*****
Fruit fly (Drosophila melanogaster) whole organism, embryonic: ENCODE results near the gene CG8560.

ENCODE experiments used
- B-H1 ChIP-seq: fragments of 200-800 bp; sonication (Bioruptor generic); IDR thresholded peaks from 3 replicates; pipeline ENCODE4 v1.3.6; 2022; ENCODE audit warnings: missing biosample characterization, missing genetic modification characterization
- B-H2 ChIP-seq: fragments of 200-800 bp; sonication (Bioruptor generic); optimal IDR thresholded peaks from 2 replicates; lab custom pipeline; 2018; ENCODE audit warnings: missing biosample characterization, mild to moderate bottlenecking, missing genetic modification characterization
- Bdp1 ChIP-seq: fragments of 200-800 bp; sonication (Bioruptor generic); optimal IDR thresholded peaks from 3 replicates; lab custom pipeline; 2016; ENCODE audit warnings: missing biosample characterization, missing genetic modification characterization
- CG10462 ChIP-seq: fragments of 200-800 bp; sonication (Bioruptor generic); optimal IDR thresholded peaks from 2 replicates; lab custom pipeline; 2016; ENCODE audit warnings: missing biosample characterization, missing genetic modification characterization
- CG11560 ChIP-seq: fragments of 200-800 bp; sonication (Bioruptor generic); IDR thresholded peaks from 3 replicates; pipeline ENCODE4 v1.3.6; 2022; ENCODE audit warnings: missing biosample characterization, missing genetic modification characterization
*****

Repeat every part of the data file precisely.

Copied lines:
Fruit fly (Drosophila melanogaster) whole organism, embryonic: ENCODE results near the gene CG8560.

ENCODE experiments used
- B-H1 ChIP-seq: fragments of 200-800 bp; sonication (Bioruptor generic); IDR thresholded peaks from 3 replicates; pipeline ENCODE4 v1.3.6; 2022; ENCODE audit warnings: missing biosample characterization, missing genetic modification characterization
- B-H2 ChIP-seq: fragments of 200-800 bp; sonication (Bioruptor generic); optimal IDR thresholded peaks from 2 replicates; lab custom pipeline; 2018; ENCODE audit warnings: missing biosample characterization, mild to moderate bottlenecking, missing genetic modification characterization
- Bdp1 ChIP-seq: fragments of 200-800 bp; sonication (Bioruptor generic); optimal IDR thresholded peaks from 3 replicates; lab custom pipeline; 2016; ENCODE audit warnings: missing biosample characterization, missing genetic modification characterization
- CG10462 ChIP-seq: fragments of 200-800 bp; sonication (Bioruptor generic); optimal IDR thresholded peaks from 2 replicates; lab custom pipeline; 2016; ENCODE audit warnings: missing biosample characterization, missing genetic modification characterization
- CG11560 ChIP-seq: fragments of 200-800 bp; sonication (Bioruptor generic); IDR thresholded peaks from 3 replicates; pipeline ENCODE4 v1.3.6; 2022; ENCODE audit warnings: missing biosample characterization, missing genetic modification characterization